Evergreens hunched low against the wind. The haunting laugh of a canyon wren. A canopy of bright blue sky arched over a burning red desert. This is Chiricahua National Monument, a unit of the National Park System located in the Chiricahua Mountains east of Tucson in southeastern Arizona, USA. In 1976, the United States Congress designated the 9,440 acres as “Class I Pristine Wilderness”. The Wilderness Act of 1964 defined the wilds as “where the earth and its community of life are untrammeled by man, and where man himself is only a visitor who does not remain.” According to the law, “Designated Wilderness” is protected from human developments which alter the land, such as roads, buildings, utility lines and mines. Here, a place a previous AZ article declared is the state’s most energized, engaging landscape, thousands of naturally sculpted rocks line canyon walls, as expansion and contraction due to temperature changes, the wedging of ice and plant root growth contribute to this break out of the earth’s complexion. The weathering of softer layers have left harder layers to stand out in relief, often taking dramatic, unusual forms. Erosion will continue as long as there are rains, ice, wind, and temperature fluctuations. Today’s rock faces are exposed and weathered away, others will be exposed to take their place, and on and on.
In the 17th century, as the Spanish frontier expanded northward, missionaries along the San Pedro River heard of the fierce enemy peoples living in these mountains to the East, moving into the homeland of the Chiricahua Apaches. The priests made no attempt to extend their missions in this direction, and by mid-century, the Spanish abandoned missions bordering the river. Good thing, for at the same time the Gasden purchase of 1853 settled our international border with Mexico and opened up a new frontier, the people were exposed to this fierce new band of semi-nomadic hunters. Separated from other Apache bands around 1690 and ruling the wilds of Southeast Arizona, the Chiricahua Apache were in constant movement, subsisting chiefly on the products of the chase and roots and berries. The ability of the Apache as foot warriors was exceeded by few native peoples. Masters of the art of concealment, they could appear unexpected at any time. So when my friend Chris Ferris and I celebrated our shared birthdays of April 8th stomping around the Sonoran Desert, checking out Arizona’s unique history and terrain, I had the thought that It’s always good to run with - rather than away from - the Apaches for a bit.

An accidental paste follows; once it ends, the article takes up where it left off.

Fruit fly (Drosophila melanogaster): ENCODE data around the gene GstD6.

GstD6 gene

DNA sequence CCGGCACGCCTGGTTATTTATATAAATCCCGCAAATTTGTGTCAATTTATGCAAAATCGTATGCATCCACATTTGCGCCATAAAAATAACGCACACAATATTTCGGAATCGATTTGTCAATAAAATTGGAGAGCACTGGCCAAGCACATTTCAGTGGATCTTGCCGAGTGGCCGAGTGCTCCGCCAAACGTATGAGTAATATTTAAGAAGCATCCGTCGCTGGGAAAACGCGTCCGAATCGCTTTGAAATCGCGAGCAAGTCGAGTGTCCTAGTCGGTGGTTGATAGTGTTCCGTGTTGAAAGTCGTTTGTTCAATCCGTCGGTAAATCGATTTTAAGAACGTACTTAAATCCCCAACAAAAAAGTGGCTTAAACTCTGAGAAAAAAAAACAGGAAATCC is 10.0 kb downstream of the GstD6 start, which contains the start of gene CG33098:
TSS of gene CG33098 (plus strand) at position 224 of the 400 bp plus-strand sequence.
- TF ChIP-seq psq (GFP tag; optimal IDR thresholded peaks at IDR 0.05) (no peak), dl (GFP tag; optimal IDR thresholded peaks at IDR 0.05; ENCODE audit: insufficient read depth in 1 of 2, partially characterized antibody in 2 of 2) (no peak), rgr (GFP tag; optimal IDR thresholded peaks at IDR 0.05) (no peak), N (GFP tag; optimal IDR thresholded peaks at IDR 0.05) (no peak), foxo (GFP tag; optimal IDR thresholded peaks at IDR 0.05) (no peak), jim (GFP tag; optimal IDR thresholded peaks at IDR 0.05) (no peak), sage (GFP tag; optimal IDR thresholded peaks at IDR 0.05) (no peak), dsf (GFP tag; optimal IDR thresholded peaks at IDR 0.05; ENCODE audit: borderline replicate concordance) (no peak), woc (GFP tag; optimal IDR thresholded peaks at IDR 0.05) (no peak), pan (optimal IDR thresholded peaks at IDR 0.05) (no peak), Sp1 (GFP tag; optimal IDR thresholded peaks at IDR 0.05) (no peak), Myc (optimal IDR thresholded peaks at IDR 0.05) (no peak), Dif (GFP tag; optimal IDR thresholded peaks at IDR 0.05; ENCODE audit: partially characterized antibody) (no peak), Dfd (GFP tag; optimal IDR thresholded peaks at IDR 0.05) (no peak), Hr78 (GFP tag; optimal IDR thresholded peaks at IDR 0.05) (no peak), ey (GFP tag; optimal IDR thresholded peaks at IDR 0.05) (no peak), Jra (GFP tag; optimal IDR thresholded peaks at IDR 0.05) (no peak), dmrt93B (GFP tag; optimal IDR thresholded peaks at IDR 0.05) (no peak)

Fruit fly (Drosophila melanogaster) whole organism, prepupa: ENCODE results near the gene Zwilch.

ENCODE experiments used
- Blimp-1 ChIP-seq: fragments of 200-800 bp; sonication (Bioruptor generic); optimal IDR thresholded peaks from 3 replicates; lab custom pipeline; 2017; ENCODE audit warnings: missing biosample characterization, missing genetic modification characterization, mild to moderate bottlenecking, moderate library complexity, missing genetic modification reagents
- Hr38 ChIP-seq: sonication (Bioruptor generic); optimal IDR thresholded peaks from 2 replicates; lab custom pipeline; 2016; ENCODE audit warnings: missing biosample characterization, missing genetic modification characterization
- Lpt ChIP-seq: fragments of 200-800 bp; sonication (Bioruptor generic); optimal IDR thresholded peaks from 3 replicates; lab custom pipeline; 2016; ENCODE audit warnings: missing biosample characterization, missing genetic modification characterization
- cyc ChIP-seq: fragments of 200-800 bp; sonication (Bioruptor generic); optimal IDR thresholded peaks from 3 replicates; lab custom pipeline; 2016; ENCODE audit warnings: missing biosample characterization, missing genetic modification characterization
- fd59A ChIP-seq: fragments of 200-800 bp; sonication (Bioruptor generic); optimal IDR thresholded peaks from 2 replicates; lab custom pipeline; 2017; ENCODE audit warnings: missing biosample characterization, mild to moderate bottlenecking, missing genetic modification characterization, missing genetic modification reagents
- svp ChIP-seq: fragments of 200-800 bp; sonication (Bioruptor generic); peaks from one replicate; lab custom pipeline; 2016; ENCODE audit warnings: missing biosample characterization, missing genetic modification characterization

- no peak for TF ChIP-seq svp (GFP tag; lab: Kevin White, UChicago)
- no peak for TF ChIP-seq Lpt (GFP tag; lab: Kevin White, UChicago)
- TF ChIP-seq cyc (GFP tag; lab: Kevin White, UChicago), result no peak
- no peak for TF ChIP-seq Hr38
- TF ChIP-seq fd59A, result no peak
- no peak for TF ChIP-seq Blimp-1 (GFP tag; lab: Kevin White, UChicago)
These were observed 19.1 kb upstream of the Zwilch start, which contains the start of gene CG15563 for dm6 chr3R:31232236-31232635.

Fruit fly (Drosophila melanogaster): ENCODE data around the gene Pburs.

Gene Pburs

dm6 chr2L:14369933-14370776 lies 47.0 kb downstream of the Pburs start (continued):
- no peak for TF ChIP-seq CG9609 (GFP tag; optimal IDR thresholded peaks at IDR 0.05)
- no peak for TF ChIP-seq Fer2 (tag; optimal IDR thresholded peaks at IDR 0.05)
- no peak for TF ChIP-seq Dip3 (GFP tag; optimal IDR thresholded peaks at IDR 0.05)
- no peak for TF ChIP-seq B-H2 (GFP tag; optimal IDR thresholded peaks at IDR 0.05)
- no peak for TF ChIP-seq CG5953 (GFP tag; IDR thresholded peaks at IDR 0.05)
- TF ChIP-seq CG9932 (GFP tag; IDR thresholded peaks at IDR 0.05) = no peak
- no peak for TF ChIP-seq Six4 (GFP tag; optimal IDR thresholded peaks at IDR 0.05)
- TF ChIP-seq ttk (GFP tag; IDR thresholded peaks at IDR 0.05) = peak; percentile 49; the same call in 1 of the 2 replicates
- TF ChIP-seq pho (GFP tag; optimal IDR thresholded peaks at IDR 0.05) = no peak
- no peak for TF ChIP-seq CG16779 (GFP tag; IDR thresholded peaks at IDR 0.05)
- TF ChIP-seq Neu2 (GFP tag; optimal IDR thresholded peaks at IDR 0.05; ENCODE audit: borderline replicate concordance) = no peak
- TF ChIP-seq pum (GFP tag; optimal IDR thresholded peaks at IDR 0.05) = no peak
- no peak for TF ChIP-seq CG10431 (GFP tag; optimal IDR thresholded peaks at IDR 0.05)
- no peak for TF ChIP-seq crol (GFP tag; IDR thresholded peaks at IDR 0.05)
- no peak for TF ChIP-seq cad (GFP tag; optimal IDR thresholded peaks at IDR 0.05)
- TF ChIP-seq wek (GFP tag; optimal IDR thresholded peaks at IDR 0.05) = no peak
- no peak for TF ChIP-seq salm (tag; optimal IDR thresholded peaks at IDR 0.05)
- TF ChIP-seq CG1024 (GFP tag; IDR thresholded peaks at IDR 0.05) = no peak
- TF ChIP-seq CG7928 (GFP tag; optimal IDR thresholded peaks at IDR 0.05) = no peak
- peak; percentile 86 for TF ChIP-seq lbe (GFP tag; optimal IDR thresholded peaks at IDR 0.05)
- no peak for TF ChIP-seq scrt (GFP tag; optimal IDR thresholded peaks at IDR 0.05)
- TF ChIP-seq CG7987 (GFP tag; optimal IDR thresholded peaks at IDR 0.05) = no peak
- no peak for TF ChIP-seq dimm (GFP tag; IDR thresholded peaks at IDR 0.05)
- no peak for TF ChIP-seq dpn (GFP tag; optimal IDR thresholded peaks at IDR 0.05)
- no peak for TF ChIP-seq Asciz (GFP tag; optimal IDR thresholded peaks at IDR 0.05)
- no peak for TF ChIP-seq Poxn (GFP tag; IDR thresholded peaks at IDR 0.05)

Going from the Phoenix area up to Sedona and Flagstaff, back down to Jerome and ‘Preskitt’, then down to the Southeast area of Bisbee and Douglas, there were those many moments of muted desert grace. Just after the sun disappears over the horizon, Saguaro cacti shadows stretch long and thin over apricot colored sands, during the fleeting interregnum between the blast-furnace heat of the day - still ramping up in April - and the cool, star-draped immensity of the nights. Silent stillness descends over the land of the lesser-known but equally grand canyons and into oneself, the bedrock bathed in a special kind of light, the uplifting winds sounding like blown notes on a native flute. It was good to celebrate growing a little older amongst the hoodoos and balancing rocks in a wilderness place that, in the Monuments words, “offers a superior kind of pleasure, where nature remains untarnished and undepleted.” People, too.